Coco Gauff: Winning ugly with Brad Gilbert, but winning handsomely at the French Open

Coco Gauff was in a weird place a month ago. She was teetering on the edge of greatness and of disaster, from set to set, or even game to game. Sometimes, point to point.

She’d just lost a winnable round-of-16 clash at the Madrid Open to compatriot Madison Keys, a match that included 14 breaks of serve and 13 double faults by Gauff. There were moments when she was doing all the Gauff things — competing for every point, even when her game was limping, bashing her backhand, trying to find safety in her forehand during its waves of instability — but, to modify the words of her coach a little, the “winning” part of “winning ugly” is a pretty key part of the formula.

After that defeat to Keys in April, she had won just one tournament for the season and hadn’t reached a final since January. It wasn’t where she wanted to be two tournaments into what should be one of the best stretches of the tennis calendar for her. Clay is friendly to her strengths, to her endurance and to her athleticism, and it softens opponents’ ability to attack her forehand by giving her an a little extra time to set up for the ball. She gets plenty of opportunities to turn matches into battles of attrition, which she tends to win, bolstered by her serve which, at its best, is one of the fastest and least returnable on the WTA Tour.

These are the difficult moments that can eat a 20-year-old still trying to get to where she wants to be in the sport that has ruled her life since the middle of elementary school. They can send tennis players spiraling into a course of doubt, panic and impatience if they don’t figure out how to pull back the lens.

Gauff has sometimes had to scramble through doubts in matches (Dimitar Dilkoff / AFP via Getty Images)

“Not the level where I want to be, but I am optimistic because I am getting through these close matches playing like D tennis,” she said. “If I can get to a B level, I could have the chance to go really far.”

Four matches into the French Open, she’s proving good on her word. There are still moments in every match when her forehand gets wobbly and her serve falls out of sync — for reasons both mental and technical that only she will ever truly understand. But Gauff, who is undoubtedly the most unpredictable world No 3 and Grand Slam champion of the moment, looks as clinical as she’s been in a while.

In the moment, it might not look so clinical. She doesn’t necessarily experience it that way. But the numbers don’t lie.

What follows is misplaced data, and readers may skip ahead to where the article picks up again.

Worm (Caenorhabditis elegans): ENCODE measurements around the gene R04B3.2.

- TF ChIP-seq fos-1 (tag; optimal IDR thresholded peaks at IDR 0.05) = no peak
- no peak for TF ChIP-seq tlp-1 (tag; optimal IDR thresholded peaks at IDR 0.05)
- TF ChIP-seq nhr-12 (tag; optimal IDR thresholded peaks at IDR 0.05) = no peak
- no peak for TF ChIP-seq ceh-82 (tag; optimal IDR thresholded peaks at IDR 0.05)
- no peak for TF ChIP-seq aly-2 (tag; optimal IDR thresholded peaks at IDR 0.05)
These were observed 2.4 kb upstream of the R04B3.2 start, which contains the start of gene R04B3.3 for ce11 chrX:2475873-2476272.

Just before she lost to Keys, Gauff lost a similarly topsy-turvy match to Marta Kostyuk in Stuttgart, also in three sets.

After that match, her record for 2024 was 19-6. Within that, she was 15-2 in two-set matches and 4-4 in three-set matches. The thrilling, staggering inability to even counsel giving up, or to leave a ball unstretched for was always there. But it wasn’t really working.

At the French Open, she has played four matches, winning eight sets — her most clinical period of the year since winning that one title, in New Zealand in January. Sunday, she faced a tricky clay-court fan, if not a specialist in Elisabetta Cocciaretto. Gauff maneuvred her left, and right, and left, and right, until Cocciaretto’s groundstrokes went limp and her arms went leaden. She simply had no answer.

Since that defeat to Kostyuk, she’s played 12 and won 10. Seven of those wins have been in straight sets. She lost that match to Keys, and the other to world No 1 Iga Swiatek in Rome. Winning ugly is looking a lot more like winning handsomely.

Coco Gauff’s existence has long been so markedly different from other 20-year-olds for as long as she can remember, even far different than the overwhelming majority of her competition. 

Leaving America in early April, with a likely return not until mid-summer? That’s no big deal. She’s been training in the south of France for a few months a year at Patrick Mouratoglou’s Academy. She and her parents can pitch up there during the down moments. Ben Shelton is an American 20-year-old. He hadn’t used a passport until he reached that age.

Clay? She loves it, again; lots of time spent at Mouratoglou’s place as a kid. It’s possible there hasn’t been another American born in one of the 50 states as happy about having red dust under her feet since Chris Evert, who didn’t have the worst record at the French Open. (Just the seven titles.)

Even Swiatek, the world No 1 for more than 100 weeks now, was considered something of an ingenue when she won the French Open in 2019 at 19 years old, unseeded, and ranked 54th in the world. It was her first year on tour.